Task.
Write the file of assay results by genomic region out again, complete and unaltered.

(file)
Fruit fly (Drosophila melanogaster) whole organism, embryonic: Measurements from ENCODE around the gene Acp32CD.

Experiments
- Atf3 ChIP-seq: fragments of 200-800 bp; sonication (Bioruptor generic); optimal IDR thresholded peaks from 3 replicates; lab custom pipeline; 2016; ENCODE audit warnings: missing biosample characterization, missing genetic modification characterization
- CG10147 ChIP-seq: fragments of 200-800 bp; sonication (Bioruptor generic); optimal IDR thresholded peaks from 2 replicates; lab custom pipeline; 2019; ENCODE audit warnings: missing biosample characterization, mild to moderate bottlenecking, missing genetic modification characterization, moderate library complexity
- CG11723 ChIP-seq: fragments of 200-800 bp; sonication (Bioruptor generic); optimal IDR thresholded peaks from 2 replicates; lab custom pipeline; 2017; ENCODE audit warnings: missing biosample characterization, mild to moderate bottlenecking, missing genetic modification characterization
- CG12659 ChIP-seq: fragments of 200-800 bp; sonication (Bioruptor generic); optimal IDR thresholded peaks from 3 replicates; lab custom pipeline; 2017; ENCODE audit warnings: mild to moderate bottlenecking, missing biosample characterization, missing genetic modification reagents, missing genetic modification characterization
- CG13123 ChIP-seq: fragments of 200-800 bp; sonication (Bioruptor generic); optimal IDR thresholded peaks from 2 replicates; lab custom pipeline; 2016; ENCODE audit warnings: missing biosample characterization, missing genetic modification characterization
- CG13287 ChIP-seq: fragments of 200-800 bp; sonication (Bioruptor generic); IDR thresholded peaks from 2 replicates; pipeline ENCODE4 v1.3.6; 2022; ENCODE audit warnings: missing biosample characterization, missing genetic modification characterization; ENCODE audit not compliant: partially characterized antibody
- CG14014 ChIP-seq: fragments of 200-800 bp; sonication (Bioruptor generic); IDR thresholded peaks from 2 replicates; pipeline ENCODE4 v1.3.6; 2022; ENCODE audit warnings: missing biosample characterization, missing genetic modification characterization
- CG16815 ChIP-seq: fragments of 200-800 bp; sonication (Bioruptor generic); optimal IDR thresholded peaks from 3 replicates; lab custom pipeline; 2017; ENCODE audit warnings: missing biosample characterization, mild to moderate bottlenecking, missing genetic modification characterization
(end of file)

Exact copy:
Fruit fly (Drosophila melanogaster) whole organism, embryonic: Measurements from ENCODE around the gene Acp32CD.

Experiments
- Atf3 ChIP-seq: fragments of 200-800 bp; sonication (Bioruptor generic); optimal IDR thresholded peaks from 3 replicates; lab custom pipeline; 2016; ENCODE audit warnings: missing biosample characterization, missing genetic modification characterization
- CG10147 ChIP-seq: fragments of 200-800 bp; sonication (Bioruptor generic); optimal IDR thresholded peaks from 2 replicates; lab custom pipeline; 2019; ENCODE audit warnings: missing biosample characterization, mild to moderate bottlenecking, missing genetic modification characterization, moderate library complexity
- CG11723 ChIP-seq: fragments of 200-800 bp; sonication (Bioruptor generic); optimal IDR thresholded peaks from 2 replicates; lab custom pipeline; 2017; ENCODE audit warnings: missing biosample characterization, mild to moderate bottlenecking, missing genetic modification characterization
- CG12659 ChIP-seq: fragments of 200-800 bp; sonication (Bioruptor generic); optimal IDR thresholded peaks from 3 replicates; lab custom pipeline; 2017; ENCODE audit warnings: mild to moderate bottlenecking, missing biosample characterization, missing genetic modification reagents, missing genetic modification characterization
- CG13123 ChIP-seq: fragments of 200-800 bp; sonication (Bioruptor generic); optimal IDR thresholded peaks from 2 replicates; lab custom pipeline; 2016; ENCODE audit warnings: missing biosample characterization, missing genetic modification characterization
- CG13287 ChIP-seq: fragments of 200-800 bp; sonication (Bioruptor generic); IDR thresholded peaks from 2 replicates; pipeline ENCODE4 v1.3.6; 2022; ENCODE audit warnings: missing biosample characterization, missing genetic modification characterization; ENCODE audit not compliant: partially characterized antibody
- CG14014 ChIP-seq: fragments of 200-800 bp; sonication (Bioruptor generic); IDR thresholded peaks from 2 replicates; pipeline ENCODE4 v1.3.6; 2022; ENCODE audit warnings: missing biosample characterization, missing genetic modification characterization
- CG16815 ChIP-seq: fragments of 200-800 bp; sonication (Bioruptor generic); optimal IDR thresholded peaks from 3 replicates; lab custom pipeline; 2017; ENCODE audit warnings: missing biosample characterization, mild to moderate bottlenecking, missing genetic modification characterization